Garba Shehu, presidential spokesman, says Nigeria’s poor ranking on Transparency International’s corruption perception index is a reflection of Nigerians, not President Muhammadu Buhari.
On the 2020 index released on Thursday, Nigeria dropped to 149 out of the 180 countries surveyed after scoring 25 out of 100 points.
The presidency had rejected the ranking, saying TI’s arm in Nigeria is made up of members of the opposition.
Lai Mohammed, minister of information and culture, also said the report is not a true reflection of the country’s anti-graft war.
Speaking on Monday when he featured on Channels Television’s Sunrise Daily, Shehu said the index is a reflection of corruption by Nigerians and not by the Buhari administration.
“I’ll tell you that this one by TI is not a judgment on Buhari or his administration or its war against corruption, I will tell you that this one is judgement on Nigerians because if you look at the indices they used at arriving at these conclusions, they used eight indices, six of which showed Nigeria as being more or less Nigeria in the same position,” Shehu said.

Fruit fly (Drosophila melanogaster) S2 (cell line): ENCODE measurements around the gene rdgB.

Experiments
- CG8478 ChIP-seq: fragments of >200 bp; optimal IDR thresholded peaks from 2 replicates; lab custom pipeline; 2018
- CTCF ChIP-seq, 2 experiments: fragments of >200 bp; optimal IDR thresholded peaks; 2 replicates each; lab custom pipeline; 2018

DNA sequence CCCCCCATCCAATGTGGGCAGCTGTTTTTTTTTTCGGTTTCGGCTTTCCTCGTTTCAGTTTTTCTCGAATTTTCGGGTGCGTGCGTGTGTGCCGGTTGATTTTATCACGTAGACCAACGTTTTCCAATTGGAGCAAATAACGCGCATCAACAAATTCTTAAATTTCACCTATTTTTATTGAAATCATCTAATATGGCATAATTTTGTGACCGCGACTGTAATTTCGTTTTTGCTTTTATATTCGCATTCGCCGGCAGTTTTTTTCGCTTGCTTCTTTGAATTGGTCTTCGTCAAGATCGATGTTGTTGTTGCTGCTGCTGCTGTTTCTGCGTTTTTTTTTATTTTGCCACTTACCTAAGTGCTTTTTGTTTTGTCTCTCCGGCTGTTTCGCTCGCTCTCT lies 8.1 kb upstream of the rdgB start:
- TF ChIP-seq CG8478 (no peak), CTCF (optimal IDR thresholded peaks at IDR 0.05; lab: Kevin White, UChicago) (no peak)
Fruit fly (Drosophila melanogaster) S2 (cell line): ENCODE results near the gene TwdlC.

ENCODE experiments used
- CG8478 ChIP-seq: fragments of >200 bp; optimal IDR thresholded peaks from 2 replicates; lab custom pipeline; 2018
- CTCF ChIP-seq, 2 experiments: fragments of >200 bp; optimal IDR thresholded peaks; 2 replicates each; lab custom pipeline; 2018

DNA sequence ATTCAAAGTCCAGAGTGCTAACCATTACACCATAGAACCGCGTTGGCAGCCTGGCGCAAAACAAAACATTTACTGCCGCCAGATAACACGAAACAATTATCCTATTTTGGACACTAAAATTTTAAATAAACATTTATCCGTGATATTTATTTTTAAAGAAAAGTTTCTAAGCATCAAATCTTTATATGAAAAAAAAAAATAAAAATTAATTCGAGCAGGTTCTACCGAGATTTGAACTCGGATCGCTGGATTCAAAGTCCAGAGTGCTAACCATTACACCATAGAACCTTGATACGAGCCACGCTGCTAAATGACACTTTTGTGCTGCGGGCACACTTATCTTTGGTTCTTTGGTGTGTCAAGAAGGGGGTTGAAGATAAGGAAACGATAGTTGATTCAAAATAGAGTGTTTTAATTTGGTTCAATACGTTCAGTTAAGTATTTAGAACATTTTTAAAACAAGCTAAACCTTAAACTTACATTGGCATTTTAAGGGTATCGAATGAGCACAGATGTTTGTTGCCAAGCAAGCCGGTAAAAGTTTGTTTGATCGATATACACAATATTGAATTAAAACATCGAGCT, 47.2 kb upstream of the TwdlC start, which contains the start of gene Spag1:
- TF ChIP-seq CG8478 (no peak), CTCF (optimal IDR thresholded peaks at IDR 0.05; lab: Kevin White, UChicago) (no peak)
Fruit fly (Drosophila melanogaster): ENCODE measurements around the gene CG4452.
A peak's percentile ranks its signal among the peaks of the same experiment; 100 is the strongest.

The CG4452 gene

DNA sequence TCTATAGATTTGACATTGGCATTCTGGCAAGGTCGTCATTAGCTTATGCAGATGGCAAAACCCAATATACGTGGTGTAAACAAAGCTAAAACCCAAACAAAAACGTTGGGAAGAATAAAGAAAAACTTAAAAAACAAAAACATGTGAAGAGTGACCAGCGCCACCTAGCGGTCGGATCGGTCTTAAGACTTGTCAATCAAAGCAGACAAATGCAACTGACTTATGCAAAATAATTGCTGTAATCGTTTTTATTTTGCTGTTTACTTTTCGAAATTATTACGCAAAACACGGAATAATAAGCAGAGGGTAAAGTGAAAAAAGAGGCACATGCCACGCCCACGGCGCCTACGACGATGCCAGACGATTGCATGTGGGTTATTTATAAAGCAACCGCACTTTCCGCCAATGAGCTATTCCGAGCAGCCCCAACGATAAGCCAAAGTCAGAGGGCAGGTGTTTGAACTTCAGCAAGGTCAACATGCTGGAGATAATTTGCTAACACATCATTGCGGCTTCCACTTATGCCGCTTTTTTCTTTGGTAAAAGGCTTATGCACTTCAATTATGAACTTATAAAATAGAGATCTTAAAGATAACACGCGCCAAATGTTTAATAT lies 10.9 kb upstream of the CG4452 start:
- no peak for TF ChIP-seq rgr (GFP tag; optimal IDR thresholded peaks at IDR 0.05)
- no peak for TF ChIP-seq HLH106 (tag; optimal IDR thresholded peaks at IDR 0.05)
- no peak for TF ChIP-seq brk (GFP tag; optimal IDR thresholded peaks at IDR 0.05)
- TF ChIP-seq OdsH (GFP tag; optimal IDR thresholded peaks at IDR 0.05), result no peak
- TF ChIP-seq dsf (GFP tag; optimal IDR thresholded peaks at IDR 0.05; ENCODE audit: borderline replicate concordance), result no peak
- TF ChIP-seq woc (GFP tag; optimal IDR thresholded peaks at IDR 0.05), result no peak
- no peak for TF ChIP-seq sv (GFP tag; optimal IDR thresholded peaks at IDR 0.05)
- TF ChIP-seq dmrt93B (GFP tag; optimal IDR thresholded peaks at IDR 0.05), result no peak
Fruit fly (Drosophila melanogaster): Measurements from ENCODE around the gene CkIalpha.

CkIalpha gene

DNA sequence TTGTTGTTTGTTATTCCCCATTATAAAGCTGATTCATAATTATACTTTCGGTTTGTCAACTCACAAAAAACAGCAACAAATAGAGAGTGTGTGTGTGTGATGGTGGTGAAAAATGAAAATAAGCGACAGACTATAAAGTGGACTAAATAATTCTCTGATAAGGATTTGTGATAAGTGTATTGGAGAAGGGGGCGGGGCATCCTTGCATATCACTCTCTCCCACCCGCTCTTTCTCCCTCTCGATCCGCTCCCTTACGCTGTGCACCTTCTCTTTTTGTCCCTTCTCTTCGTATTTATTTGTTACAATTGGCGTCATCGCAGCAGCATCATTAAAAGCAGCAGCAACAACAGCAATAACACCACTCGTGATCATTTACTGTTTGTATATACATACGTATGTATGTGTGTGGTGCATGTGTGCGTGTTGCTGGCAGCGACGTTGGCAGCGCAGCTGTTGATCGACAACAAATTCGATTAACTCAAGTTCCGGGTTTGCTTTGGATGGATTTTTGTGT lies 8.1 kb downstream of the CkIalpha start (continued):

“The two that they dwelled on, that caused this backslide, are essentially Nigerian problems. They’re talking about the political culture of this country, vote-buying, thuggery. Is it Buhari that is a thug? We’re not doing thuggery.
“And when they talk about the justice sector, they are talking about perceived corruption in the judiciary. These perceptions are essentially not correct. Yes, there are issues in that sector but so many changes are going on in that sector wouldn’t it have been nice if they acknowledged it so that you encourage those judicial officers that are upright and then the system gets getting better.”
Although Shehu said the index drew conclusions from the behaviour of Nigerians, the TI report said: “The CPI draws upon 13 data sources which capture the assessment of experts and business executives on a number of corrupt behaviours in the public sector including bribery, diversion of public funds, use of public office for private gain, nepotism in the civil service.”
It added that some of the sources also looked at the mechanisms available to prevent corruption in a country, such as “the government’s ability to enforce integrity mechanisms, the effective prosecution of corrupt officials, red tape and excessive bureaucratic burden, the existence of adequate laws on financial disclosure, conflict of interest”.